Hannah Wicklund and the Steppin’ Stones go eponymous

OK, I am officially jealous: here is a lady who started her own band at the age of eight, played private shows for Brian Johnson’s (yes, that one) vintage car team when she was thirteen, went on to support Starship and Kansas amongst others and now has her third album on release…and she is still only twenty-two! As Hannah Wicklund and the Steppin’ Stones go eponymous.

I was in a band when I was a teenager and played to numerous indifferent audiences never managing to supplant the bingo! Oh, and by the way, her Mother painted the portrait on the new album cover…something else I am incapable of.

This South Carolina born whirlwind of the guitar is only just beginning to impinge on the UK consciousness as, unbelievably, she is still self-releasing and surely a major label will put this right very soon…there are many less talented that have contracts. This latest, self-titled album has been available for a while in the US and is now here…it follows Looking Glass from 2013 and Steppin’ Stones from 2015. Two tracks get a worthwhile revisit and update to add an extra edginess that wasn’t so apparent in the originals, so even if you have copies of Looking Glass and Mama Said, it’s still worth getting these new upgraded versions.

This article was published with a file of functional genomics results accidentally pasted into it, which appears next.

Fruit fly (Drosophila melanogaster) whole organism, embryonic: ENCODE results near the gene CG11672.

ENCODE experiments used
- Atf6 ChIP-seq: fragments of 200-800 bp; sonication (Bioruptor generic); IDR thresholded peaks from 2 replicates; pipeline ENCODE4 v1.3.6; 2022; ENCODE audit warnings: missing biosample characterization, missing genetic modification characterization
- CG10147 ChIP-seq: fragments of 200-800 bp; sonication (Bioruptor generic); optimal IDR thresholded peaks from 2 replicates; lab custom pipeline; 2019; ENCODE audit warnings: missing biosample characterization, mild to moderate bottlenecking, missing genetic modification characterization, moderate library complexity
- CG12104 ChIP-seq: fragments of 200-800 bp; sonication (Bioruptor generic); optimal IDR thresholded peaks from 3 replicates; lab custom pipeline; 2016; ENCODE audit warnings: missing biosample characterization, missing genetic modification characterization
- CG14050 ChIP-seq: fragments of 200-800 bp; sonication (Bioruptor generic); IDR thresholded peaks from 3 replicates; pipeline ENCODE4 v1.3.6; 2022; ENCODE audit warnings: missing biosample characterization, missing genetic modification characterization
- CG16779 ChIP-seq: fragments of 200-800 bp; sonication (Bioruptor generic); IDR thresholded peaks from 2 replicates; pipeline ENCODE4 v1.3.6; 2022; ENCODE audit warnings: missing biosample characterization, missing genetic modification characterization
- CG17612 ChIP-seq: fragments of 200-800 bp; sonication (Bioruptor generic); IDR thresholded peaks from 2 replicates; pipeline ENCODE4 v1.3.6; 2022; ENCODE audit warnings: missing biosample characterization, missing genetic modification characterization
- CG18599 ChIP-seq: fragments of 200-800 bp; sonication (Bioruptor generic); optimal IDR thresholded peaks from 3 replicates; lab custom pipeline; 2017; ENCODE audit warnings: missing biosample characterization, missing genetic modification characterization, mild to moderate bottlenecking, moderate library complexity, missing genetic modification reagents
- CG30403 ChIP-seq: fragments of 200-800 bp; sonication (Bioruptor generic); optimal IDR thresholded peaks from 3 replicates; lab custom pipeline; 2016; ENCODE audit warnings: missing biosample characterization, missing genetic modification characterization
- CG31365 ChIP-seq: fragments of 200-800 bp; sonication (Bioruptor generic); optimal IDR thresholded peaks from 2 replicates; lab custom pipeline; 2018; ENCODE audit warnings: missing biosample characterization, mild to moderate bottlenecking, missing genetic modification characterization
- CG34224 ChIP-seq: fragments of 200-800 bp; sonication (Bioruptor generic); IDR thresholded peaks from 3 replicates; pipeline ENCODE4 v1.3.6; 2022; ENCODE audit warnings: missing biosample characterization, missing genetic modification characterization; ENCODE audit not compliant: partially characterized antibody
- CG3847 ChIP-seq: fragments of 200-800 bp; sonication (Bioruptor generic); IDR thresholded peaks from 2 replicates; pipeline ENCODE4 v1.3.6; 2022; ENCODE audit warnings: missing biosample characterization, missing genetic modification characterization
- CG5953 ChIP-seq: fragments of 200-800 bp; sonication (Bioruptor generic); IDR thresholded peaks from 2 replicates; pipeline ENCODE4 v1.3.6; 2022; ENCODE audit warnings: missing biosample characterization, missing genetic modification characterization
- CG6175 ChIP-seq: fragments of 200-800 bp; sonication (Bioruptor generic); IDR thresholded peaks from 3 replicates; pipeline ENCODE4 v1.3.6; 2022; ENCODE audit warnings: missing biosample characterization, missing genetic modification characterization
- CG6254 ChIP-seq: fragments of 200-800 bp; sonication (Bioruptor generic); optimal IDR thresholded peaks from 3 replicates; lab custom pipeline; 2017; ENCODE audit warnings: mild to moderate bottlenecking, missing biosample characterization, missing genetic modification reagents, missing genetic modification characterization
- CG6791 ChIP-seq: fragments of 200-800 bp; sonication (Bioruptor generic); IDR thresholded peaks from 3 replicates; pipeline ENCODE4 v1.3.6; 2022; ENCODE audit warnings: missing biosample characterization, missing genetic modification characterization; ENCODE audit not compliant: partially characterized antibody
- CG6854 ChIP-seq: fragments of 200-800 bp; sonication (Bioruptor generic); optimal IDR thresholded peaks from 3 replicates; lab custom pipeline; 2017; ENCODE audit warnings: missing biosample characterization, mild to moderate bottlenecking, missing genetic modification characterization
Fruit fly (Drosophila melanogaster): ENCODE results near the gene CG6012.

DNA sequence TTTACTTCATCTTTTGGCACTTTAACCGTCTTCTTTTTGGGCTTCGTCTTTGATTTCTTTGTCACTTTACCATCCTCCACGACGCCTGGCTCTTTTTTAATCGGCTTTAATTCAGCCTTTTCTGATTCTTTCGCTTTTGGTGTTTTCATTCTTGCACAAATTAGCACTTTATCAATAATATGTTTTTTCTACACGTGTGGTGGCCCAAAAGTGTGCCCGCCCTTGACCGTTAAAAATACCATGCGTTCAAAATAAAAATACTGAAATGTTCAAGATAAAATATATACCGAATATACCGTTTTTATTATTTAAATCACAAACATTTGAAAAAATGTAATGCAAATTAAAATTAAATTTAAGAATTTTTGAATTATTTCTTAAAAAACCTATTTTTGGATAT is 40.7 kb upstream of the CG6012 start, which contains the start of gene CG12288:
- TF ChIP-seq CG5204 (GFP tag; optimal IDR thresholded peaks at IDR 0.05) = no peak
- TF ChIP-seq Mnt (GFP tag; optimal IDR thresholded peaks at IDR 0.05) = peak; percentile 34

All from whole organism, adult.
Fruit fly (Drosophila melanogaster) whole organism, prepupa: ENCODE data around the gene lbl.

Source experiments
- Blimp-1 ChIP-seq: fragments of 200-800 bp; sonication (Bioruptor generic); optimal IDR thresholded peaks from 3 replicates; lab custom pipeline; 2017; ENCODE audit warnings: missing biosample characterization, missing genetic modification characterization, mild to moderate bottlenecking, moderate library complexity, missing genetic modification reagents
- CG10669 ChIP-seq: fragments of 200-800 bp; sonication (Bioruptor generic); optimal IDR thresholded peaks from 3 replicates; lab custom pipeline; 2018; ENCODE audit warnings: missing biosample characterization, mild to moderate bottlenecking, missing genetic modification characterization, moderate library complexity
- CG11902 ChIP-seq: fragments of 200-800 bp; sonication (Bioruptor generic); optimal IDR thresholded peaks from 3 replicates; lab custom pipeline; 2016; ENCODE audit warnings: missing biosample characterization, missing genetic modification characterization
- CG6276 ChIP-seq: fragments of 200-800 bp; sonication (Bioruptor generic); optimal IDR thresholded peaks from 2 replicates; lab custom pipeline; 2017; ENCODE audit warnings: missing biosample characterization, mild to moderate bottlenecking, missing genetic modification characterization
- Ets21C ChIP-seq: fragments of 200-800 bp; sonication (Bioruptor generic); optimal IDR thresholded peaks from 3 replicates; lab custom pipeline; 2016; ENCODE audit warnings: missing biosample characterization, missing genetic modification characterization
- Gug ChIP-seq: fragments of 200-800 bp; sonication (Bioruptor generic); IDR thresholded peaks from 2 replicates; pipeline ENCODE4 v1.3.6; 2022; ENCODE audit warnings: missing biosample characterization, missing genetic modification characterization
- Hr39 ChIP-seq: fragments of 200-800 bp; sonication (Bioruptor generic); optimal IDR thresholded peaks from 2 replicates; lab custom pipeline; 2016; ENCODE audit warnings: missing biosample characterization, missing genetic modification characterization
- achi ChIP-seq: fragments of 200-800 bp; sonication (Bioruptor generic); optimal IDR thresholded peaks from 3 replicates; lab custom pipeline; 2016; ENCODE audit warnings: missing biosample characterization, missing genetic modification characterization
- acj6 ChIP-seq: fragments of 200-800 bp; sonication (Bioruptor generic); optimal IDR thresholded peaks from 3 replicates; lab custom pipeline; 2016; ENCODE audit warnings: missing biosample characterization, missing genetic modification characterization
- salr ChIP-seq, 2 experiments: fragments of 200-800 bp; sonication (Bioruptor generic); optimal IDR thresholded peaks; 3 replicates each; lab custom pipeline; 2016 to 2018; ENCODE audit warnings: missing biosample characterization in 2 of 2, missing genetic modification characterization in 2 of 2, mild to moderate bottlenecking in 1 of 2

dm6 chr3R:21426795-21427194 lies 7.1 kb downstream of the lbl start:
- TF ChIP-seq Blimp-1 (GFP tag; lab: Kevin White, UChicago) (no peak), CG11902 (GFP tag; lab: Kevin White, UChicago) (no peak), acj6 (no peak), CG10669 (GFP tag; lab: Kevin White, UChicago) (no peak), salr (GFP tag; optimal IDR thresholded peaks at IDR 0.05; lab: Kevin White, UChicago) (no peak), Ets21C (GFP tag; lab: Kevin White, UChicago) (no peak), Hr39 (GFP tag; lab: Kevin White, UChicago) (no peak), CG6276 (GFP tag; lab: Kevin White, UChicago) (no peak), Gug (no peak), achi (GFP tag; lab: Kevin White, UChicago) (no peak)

Anyway, on to the music, and the first track Bomb Through The Breeze is onomatopoeic…her voice blasts over the intro and then the quieter riff breezes in and it is delicious. The shame is the overplayed and/or to high in the mix crash cymbals because the rest is of such a high quality and the wah’d solo is a short and sweet exercise between more traditional electric chords and picking. Ghost slows down and lays back as we get a simple but oh so effective two-note and one chord backing to a neat vocal melody which, like the more powerful approach of the first track, Hannah handles with aplomb. The addition of the piano adds a little depth and atmosphere behind the voice and lovely guitar runs between the lyrics. When the chorus cuts in it is in danger of becoming a bit poppy but then there is an exquisite solo that would rarely appear in that genre. Looking Glass is a near ballad but the weight of the chords after the intro and the keyboards lift it to a lighter waving epic…or, since such things are frowned upon these days, an iPhone waving epic; although my iPhone can’t light my ciggies so the lighter will never be replaced in my world! The solo is a sort of Joey B meets Wilko in a great combination of blues and R’n’B. Mama Said is the second update and this is now a soulful bit of blues-rock and is Hannah at her most complex with layers of brilliant electric and subtle acoustic all building around a beautiful riff and chorus…the solo is inventive and (surprise!) way too short. On The Road is next and takes us into a very typical modern female pop vocal style that jars a bit for me although it has the excellent backing of weighty and simple chord patterns…mind you, in saying that, it does grow and the solo at the bridge is very bluesy a la Marsden and saves and lifts it to more than acceptable. Crushin’ is a different kettle all together as the power trio feel is there with a solid drum and bass pattern anchoring the song for Hannah to strike the chords and add in tasty flourishes and put in a solo that is inventive and has some delicious bends. Strawberry Moon has just voice and guitar in the intro and, when the bass and drums cut in, they leave plenty of room for Hannah to show her vocal prowess, as even though the backing guitar is sparse, it is effective. The solo is one of her best as it is actually talking to you with the simple but effective spread of notes and no temptation to overplay. Too Close To You ups the pace a little and has a neat guitar progression that you could imagine Lenny Kravitz coming up with and it has clever variations slotted in here and there to prevent it becoming repetitive; the solo is another inventive piece that plays games with the melody and works well. Meet You Again changes the tone, after a quiet intro of vocal and guitar, to more heavyweight blues with a hint of southern buried in the sound. If I ignore the Zeppelin echoes, this is a sparse, heavy and quality slice of electric blues, especially with the (too short) Bonamassa styled solo. The final track has the fascinating title of Shadowboxes And Porcelain Faces and, although it has a more commercial slant it still entertains with its acoustic phrases and manages to sound a bit like fluffy Mac as opposed to Green Mac. It is a quiet way to end an album that is all power prior to this, but it is still rather nice.